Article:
Clare Gerada: Tackling intersectionality must be our post-covid legacyBMJ 2021; 372 doi: https://doi.org/10.1136/bmj.n766 (Published 23 March 2021) Cite this as: BMJ 2021;372:n766
A year ago I became infected with covid-19—a gift from New York, where I was attending a large medical conference. There were only a few cases, all apparently contained among tourists on a cruise ship docked in the harbour. President Trump was reassuring American people that “it” (the virus) was all under control and would soon disappear. On the day I left, the governor declared a state of emergency—not because I was leaving, but because of a large new outbreak away from the ship.
I was staying in Times Square in a large international hotel, packed with tourists from around the world, including a large contingent of students from Italy. Everyone felt some slight anxiety, but the virus wasn’t the topic of conversation, and no one was really concerned about anything other than whether their travel plans would be affected.
I’m not sure whether many of us really understood what a “pandemic” meant—certainly not with respect to the global disruption it’s brought to our lives since March 2020. Few could accurately predict its full impact. The latest pandemic before covid-19 was HIV/AIDS nearly 40 years ago—which, even while it was ravaging certain societies, communities, and countries, largely passed most of the world’s population by.
We now have a vaccine and, with it, a glimmer of hope that life can soon return to normal. As we emerge from the crisis we’ll reflect on what the pandemic has meant to us on a personal level, as well as its impact on our families, friends, colleagues, and communities.
This reflection will also form part of the NHS’s recovery. The NHS, an organisation that’s been part of my life for more than 40 years, has been at the centre of the UK’s response to covid-19. We have seen our professional lives changed overnight, and many will never return to pre-covid ways, as systems, policies, practice, and teams have transformed to accommodate new ways of working.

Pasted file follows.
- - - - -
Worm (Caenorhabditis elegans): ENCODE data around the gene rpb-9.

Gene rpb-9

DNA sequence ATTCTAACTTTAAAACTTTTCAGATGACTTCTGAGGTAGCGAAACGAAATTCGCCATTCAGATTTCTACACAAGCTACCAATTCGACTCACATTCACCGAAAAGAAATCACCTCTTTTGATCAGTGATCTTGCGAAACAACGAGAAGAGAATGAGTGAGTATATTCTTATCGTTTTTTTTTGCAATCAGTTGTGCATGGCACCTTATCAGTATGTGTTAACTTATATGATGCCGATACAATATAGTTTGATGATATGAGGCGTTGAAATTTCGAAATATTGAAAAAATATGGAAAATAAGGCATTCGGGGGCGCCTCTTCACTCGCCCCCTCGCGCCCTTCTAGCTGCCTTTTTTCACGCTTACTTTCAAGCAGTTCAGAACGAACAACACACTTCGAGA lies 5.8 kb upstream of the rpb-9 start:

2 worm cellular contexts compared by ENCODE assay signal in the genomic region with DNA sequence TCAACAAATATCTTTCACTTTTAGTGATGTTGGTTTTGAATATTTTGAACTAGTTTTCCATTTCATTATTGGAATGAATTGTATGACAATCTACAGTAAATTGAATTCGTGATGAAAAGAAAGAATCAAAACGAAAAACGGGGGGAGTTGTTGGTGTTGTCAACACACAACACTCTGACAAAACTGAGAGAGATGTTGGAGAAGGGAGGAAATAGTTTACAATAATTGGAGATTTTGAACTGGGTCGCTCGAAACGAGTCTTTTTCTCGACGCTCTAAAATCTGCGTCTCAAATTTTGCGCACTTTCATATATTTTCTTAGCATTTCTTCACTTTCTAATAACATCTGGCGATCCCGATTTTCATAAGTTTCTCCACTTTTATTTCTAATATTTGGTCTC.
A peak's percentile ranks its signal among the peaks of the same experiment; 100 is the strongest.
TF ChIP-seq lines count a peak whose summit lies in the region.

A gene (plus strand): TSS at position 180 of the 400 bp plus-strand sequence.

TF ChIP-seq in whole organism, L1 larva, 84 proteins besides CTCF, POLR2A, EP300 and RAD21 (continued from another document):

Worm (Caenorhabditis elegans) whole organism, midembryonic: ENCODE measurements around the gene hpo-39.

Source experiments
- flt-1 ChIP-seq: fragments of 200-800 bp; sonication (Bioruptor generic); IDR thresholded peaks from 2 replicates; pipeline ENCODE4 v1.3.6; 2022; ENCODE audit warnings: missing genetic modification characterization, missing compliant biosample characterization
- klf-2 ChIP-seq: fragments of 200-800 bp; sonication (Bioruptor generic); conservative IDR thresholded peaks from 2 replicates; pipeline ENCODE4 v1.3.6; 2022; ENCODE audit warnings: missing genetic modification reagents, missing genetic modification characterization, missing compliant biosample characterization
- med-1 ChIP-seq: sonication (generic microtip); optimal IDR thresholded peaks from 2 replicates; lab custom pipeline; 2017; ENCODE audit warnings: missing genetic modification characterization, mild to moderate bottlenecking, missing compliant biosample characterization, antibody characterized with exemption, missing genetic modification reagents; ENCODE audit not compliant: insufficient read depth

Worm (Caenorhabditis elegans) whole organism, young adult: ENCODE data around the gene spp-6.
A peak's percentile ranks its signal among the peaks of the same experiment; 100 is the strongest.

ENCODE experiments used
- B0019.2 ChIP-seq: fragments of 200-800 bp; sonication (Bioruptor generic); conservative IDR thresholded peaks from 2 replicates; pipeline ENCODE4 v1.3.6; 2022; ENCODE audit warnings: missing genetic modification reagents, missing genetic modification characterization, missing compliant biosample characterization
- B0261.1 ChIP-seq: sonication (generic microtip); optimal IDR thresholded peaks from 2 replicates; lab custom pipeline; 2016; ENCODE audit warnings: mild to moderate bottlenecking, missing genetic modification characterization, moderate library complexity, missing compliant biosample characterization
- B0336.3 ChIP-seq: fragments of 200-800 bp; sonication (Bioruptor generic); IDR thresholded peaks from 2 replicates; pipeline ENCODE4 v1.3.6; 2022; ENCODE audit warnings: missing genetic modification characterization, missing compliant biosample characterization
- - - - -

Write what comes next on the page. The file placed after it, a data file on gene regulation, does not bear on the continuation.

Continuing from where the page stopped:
However, hope is in the air. Many of us are already coming together remotely, to mourn our losses, celebrate our successes, and think about the future, and we’ll continue to do so once we can meet in person. The hope is that introspection among our global leaders has also begun and will accelerate as countries, government institutions, and international organisations conduct inquiries into their handling of the pandemic. Although we’ve yet to see any evidence of this.
An important lesson I’ve learnt is that covid-19 (like HIV, decades ago) has exposed the impact of intersectionality1—how characteristics such as class, sex, ethnicity, and disability combine to create interdependent and overlapping systems of discrimination, entrenching disadvantage. Future inquiries must tackle their origins and find solutions: this must be our post-covid legacy.
Competing interests: See https://www.bmj.com/about-bmj/freelance-contributors.
Provenance and peer review: Commissioned; not externally peer reviewed.
Clare Gerada is chair of Doctors in Distress and medical director of NHS Practitioner Health. Her new book, Beneath the White Coat: Doctors, their Minds and Mental Health, is published by Routledge and can be purchased at https://www.routledge.com/Beneath-the-White-Coat-Doctors-Their-Minds-and-Mental-Health/Gerada/p/book/9781138499737. All royalties will be donated to Doctors in Distress.